- In Between is now officially 'out there' - I sent off the pre-orders yesterday. A lot of people have commented that they've seen the poems on the walls of the passageways/yards they describe; not a bad way of advertising really! I wonder what people who don't know about York Curiouser make of them? Here's a photo of John with one of the painted poems, taken by Alan Fleming:
- Okay, so now we've got all the news out of the way - what was my 'most difficult decision', and, as teased in last week's post, how did I get out of it? It was brought on by the Poetry Book Society, who last month launched their search for the Next Generation Poets 2014 - looking for the twenty 'most exciting new poets' from the UK and Ireland, who have had their first collection published in the last ten years. No less than fifteen Valley Press poets were eligible, so when I heard about it, I automatically thought - oh, I'll enter everyone, then!
- But, when I came to fill in the forms, I read the small print: a £20 entry fee applied per poet, meaning to enter everyone would cost £300. After picking my jaw up off the floor, I started to figure out what I should do - being an unsubsidised, entirely independent press has its advantages (I wouldn't have it any other way), but it does mean we have a certain lack of £20 notes to throw around (to say nothing of £300 cheques). They also wanted seven copies of a book by each poet, which in itself is not cheap. I wrote to the PBS asking about the charge, and it seemed they had applied it both to raise funds for the massive PR campaign that will follow the announcement of the winners, and to encourage presses to choose - 'we never thought anyone would want to enter all their writers', I was told, which left me wondering if I was just peculiar. If we equate the books we publish with our children: did the other editors have no problem choosing which of their 'children' was most eligible for 'best child of the last ten years'?
- So, I tried for a few hours to decide who I should enter, and how much I could justify spending on this - how much I could physically afford, in fact, as I need to do a large, un-budgeted-for reprint of Eskimo Snow this month, to cover the WHSmith order I mentioned a few weeks back. Eventually I realised there was no way I could choose: all the books have their strengths and weaknesses, but I love them all regardless - and for those fifteen poets, this would be their only chance to make one of these 'Next Generation' lists. I didn't want to be responsible for standing between anyone and a chance to be selected.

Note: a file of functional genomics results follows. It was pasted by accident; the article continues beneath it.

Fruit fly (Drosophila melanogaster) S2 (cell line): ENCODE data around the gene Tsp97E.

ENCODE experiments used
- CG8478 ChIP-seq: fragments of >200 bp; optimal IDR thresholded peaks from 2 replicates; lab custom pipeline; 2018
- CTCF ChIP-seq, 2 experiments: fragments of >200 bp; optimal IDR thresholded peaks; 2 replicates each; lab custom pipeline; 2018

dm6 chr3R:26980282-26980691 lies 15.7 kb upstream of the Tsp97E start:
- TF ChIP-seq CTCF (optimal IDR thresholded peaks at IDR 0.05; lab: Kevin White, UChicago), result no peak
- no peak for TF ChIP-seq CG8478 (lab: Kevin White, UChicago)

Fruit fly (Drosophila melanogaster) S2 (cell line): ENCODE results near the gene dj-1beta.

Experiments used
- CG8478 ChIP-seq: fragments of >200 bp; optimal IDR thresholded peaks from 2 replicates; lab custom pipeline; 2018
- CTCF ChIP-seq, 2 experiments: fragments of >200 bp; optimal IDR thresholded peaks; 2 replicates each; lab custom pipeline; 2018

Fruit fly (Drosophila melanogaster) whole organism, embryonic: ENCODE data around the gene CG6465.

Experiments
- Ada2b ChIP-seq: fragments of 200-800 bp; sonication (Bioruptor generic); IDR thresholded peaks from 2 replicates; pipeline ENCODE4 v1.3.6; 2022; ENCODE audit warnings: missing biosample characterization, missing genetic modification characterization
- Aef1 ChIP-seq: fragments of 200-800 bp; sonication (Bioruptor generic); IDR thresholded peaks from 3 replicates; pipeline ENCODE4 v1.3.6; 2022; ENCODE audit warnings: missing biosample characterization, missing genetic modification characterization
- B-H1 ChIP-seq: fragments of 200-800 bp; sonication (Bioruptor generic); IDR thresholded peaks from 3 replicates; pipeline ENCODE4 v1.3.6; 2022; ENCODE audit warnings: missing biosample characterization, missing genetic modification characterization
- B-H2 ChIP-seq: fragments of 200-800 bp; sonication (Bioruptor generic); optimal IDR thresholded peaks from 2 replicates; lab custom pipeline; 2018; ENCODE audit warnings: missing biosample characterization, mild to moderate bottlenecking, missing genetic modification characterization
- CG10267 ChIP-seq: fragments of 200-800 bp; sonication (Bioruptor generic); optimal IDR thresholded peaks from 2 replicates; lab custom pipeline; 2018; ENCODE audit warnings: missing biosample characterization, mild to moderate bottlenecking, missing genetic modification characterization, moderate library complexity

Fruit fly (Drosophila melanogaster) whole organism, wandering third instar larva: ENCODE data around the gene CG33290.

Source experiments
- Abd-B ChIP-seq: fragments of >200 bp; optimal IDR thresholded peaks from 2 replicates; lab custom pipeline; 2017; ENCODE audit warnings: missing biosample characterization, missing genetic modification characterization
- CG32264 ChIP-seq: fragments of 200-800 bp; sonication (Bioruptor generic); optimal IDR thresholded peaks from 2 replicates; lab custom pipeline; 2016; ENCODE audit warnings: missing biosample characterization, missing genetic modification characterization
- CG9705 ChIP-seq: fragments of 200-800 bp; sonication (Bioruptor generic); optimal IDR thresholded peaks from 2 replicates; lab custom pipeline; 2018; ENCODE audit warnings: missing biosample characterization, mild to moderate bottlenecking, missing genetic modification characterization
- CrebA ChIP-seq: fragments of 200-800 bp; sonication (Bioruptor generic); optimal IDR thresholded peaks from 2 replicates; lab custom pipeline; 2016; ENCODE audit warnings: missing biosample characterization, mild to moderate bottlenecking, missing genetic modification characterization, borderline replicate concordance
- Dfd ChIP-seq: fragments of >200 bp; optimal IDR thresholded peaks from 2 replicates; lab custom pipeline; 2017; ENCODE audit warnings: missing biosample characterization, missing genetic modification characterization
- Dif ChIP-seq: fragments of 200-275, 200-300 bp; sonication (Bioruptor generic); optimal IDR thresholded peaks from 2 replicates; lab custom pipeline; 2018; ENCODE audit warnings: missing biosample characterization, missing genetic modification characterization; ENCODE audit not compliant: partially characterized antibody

- Eventually, I came up with a solution, and here's what it was: I asked the poets to vote amongst themselves who they thought should be entered, with an understanding that I would fund entry for the writers who received the most votes. There was some grumbling, of course - 'passing the buck' was mentioned - but I was really pleased with this solution. Not only did it get me off trying to choose (and thus, to explain to anyone why I didn't choose them), but I also feel it replicates how the winners will eventually be chosen: a collection of people will read some poems, and some author bios, and vote for who they think is most suitable for the award. It won't be based on one person's thoughts, it will be decided by committee - and so it's only fitting that our entries were too. I won't be revealing who won the vote: that's not the point, and you'll find out anyway when they appear on that 'Next Generation' list - won't you? Fingers crossed!